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Jagathy ramblings

Jagathy is a well-known part of the city and has been home to many prominent personalities.


THE PLACE, Jagathy, has come to be recognised by Malayalis the world over ever since the film actor, Jagathy Sreekumar, established himself in Malayalam cinema. Sreekumar is popularly known as Jagathy by everyone. His father, Jagathy N. K. Achari, was also known as Jagathy in literary and dramatic circles. Achari had authored several successful plays such as `Umminni Thanka', `Kayamkulam Kochunni', `Kadamattathu Kathanar' and `Elayedathu Rani'. These plays were staged by the professional theatrical company, Kalanilayam. Achari was also associated with All India Radio (AIR), Thiruvananthapuram. From producer of radio plays, Achari rose to become the Station Director.

Another writer who has immortalised the place of his birth is Prof. Jagathy Velayudhan Nair, distinguished scholar and poet of yesteryear.

Today, the citizens of Thiruvananthapuram know Jagathy for landmarks such as AIR (which was the former Bhakti Vilasom Bungalow), DPI office (earlier Free Masons Hall), the Ulloor Smaraka Library and Sarada Nilayam (the house where mahakavi Ulloor lived). Contemporary landmarks include the School for Deaf and Dumb Children, the School for Mentally Retarded Children, police quarters and several apartment buildings.

Situated to the west of the River Killiyaar and wedged between Vazhuthacaud and Edapazhanji, much of Jagathy once comprised marshlands. Pazhanji is an old Malayalam word that denotes low-lying marshes. The existence of Edapazhanji supports the view that there must have been a place near by known as pazhanji-pana or simply Pazhanji. In all probability, the earlier name of Jagathy must have been Pazhanji.

It is also possible that its name was derived from the Sanskrit word, Jagathy (meaning the earth or bhoomi), since it was reclaimed from the marshes. These are only conjectures, with no conclusive evidence to support the views.

In Jagathy, there were a number of old, aristocratic Nair families of `Paanam Pazhanji', `Mele Veedu', `Panniyerthala', `Chengazhasseri' and `Charuvila Veedu'. The ancestral roots of these families could be traced to different parts of southern Travancore, Neyyoor, Neyyattinkara and Kulasekharam. They must have been the trusted warriors of Dharma Raja Karthika Thirunal and would have accompanied him to Thiruvananthapuram after the capital was shifted from Padmanabhapuram.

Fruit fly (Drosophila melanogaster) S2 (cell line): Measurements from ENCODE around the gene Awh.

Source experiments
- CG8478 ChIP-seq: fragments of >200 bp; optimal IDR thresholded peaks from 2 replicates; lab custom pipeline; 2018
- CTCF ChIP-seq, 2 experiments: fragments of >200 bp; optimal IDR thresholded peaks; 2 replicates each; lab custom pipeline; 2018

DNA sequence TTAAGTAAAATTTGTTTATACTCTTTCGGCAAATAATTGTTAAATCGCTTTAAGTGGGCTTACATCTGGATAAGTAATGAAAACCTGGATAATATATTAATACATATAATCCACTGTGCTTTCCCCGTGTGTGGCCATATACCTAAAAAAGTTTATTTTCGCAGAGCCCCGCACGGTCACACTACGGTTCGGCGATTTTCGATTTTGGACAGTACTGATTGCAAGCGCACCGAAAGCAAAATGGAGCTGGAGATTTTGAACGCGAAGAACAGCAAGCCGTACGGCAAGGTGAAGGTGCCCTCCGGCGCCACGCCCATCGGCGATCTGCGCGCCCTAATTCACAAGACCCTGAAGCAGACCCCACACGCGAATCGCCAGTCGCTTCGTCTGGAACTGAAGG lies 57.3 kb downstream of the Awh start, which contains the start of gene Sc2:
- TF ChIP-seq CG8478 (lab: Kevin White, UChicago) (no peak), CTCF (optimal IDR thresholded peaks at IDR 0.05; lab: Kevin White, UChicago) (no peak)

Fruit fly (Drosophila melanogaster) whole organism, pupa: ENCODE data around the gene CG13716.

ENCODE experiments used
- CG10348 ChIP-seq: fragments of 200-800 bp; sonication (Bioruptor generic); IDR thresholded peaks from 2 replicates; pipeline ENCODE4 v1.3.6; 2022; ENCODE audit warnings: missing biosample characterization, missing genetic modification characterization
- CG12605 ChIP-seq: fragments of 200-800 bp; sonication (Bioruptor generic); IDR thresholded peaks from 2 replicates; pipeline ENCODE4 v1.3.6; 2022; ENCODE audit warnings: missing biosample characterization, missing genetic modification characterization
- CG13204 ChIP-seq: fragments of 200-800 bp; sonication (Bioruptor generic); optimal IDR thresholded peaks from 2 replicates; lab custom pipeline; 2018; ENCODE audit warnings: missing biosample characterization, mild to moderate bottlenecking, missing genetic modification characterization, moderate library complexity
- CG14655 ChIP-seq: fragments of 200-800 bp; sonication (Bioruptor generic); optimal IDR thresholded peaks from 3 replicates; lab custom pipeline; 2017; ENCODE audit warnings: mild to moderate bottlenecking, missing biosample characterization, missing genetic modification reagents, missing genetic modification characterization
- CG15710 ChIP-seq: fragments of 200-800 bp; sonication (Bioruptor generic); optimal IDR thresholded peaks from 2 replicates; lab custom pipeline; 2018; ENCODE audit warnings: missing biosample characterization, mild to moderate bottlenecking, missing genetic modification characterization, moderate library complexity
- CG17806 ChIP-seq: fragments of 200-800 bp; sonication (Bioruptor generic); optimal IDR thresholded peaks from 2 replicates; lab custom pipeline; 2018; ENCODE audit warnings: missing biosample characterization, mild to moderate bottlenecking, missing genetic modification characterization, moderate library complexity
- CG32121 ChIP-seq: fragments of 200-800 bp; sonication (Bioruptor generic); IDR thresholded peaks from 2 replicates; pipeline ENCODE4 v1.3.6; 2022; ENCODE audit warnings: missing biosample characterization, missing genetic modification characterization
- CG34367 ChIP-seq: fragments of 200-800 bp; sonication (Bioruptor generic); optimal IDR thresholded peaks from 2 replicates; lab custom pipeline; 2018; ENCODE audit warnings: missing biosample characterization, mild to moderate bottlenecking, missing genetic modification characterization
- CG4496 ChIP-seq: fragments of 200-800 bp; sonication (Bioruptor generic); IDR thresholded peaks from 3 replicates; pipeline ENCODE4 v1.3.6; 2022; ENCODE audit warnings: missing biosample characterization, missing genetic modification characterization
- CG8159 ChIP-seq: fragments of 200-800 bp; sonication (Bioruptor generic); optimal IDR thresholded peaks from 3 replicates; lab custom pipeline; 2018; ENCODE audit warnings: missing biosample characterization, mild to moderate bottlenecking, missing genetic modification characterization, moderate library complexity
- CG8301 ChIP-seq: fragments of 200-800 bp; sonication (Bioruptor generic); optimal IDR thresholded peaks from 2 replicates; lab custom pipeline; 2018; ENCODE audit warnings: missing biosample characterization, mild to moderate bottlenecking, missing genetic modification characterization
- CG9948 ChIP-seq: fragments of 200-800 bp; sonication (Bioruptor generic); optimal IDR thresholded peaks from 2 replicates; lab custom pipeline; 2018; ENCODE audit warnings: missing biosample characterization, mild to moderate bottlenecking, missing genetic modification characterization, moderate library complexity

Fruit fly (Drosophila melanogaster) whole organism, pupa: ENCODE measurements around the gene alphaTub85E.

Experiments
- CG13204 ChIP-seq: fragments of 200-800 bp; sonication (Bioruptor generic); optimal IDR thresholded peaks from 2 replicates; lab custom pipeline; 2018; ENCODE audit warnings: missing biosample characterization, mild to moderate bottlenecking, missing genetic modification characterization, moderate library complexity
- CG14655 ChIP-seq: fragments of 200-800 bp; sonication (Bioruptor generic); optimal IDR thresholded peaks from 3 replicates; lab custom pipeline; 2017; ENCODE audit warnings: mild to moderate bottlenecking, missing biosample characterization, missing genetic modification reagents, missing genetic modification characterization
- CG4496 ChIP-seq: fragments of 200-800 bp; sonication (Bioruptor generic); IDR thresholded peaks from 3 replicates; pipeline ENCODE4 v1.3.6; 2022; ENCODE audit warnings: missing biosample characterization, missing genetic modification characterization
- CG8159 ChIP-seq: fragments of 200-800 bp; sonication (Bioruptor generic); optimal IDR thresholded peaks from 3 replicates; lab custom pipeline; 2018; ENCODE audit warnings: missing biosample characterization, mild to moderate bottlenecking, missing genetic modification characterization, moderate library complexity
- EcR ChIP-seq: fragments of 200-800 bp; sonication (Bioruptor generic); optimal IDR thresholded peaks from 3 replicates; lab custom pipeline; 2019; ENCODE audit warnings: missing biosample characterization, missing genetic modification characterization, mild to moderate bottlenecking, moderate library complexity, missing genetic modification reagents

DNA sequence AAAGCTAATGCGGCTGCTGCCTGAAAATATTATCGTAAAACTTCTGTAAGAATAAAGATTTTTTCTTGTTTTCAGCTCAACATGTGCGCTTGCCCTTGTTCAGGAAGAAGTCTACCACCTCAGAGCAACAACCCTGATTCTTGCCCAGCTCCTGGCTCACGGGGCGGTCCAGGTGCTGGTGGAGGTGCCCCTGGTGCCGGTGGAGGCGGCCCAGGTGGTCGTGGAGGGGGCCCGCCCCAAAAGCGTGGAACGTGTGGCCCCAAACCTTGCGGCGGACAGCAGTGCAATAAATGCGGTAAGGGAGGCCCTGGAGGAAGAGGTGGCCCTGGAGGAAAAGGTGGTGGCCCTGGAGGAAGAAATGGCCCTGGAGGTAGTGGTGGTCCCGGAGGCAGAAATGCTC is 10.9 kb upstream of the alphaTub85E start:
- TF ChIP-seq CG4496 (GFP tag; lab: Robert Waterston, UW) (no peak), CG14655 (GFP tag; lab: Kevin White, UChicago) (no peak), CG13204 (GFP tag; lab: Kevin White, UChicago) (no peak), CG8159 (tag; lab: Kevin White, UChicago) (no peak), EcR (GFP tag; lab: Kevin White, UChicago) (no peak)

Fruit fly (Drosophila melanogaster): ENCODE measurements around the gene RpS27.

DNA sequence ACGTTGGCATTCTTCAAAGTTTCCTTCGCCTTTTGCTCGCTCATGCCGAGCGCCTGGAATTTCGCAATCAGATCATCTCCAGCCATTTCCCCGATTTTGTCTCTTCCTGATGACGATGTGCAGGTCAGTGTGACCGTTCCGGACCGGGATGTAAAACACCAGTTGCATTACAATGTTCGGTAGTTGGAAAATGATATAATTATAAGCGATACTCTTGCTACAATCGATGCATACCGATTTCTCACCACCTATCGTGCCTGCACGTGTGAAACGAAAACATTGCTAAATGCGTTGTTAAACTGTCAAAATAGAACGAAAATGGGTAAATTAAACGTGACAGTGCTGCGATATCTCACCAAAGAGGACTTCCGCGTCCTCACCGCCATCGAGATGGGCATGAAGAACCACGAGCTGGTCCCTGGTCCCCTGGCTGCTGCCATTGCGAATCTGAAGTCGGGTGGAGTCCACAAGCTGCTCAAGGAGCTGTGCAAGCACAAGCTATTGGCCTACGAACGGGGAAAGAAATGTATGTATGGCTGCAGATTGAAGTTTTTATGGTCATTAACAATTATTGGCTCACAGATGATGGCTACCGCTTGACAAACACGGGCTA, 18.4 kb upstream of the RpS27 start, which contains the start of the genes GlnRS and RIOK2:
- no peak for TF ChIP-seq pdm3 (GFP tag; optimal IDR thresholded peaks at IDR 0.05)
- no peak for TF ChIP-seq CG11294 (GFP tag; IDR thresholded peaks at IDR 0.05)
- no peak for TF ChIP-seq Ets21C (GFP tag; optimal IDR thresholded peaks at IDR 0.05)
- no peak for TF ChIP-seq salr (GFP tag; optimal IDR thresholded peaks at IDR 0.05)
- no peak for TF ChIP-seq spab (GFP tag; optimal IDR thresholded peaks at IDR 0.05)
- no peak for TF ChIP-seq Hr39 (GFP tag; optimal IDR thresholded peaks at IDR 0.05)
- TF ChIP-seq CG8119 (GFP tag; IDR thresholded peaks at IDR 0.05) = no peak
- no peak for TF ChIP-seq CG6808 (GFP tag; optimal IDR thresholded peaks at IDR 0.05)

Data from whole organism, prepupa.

Many illustrious personalities who occupied distinguished positions in public life were born into these families. If `Panniyerthala' could boast of an able administrator like Ayyappan Pillai or a renowned physician like Dr. Krishna Pillai, `Mele Veedu' was proud of the great educationist, Janardhanan Pillai, while `Paanam Pazhanji' had a distinguished engineer in Chandu Nair.

Old-timers of Thiruvananthapuram remember two well-known contractors, Narayanan and Chellappan who also prefixed Jagathy before their names.

Quite a few men of letters also made Jagathy their home. In the 20th century, these included the mahakavi, Ulloor S. Parameswara Iyer, the biographer and essayist, Prof. P. Ananthan Pillai, and the novelist, T. Raman Nambisan. Other prominent inhabitants were the founder of the Kerala Granthasala Sangham, P. N. Panicker, the well-known jurist and social reformer, Changanassery Parameswaran Pillai, and Justice Kukkiliya.

There are also a few temples at Jagathy. The Sree Krishna temple is perhaps the most widely known. Till recently, the Koopakara Pottis who constitute one of the ettara yogam, traditional custodians of the Sree Padmanabhaswamy temple, managed it. A sculpted relief of an un-identified ruler of Travancore standing with folded hands can be seen on one of the pillars of mukha-mandapa, in front of the sanctum sanctorum. This testifies to the antiquity of the temple. Three smaller temples, all affiliated to different Nair families, can also be found at Jagathy.

Dr. Krishnan Nair, retired Superintendent of the General Hospital and a member of the `Panniyerthala' family, recalls flying kites on vast stretches of paddy fields in front of the Sree Krishna temple. The River Kochar, which was an artificially created rivulet, flowed alongside the fields, carrying water to the Padmathirtham in front of the Sree Padmanabhaswamy temple. But around 50 years ago, it was diverted into an underground tunnel and the area covered up to widen the road. The river today flows into the stagnant and filthy waters of the Amaezhanchan canal.

M. G. SASIBHOOSAN & BINDU SASIBHOOSHAN

Photo: S. Gopakumar

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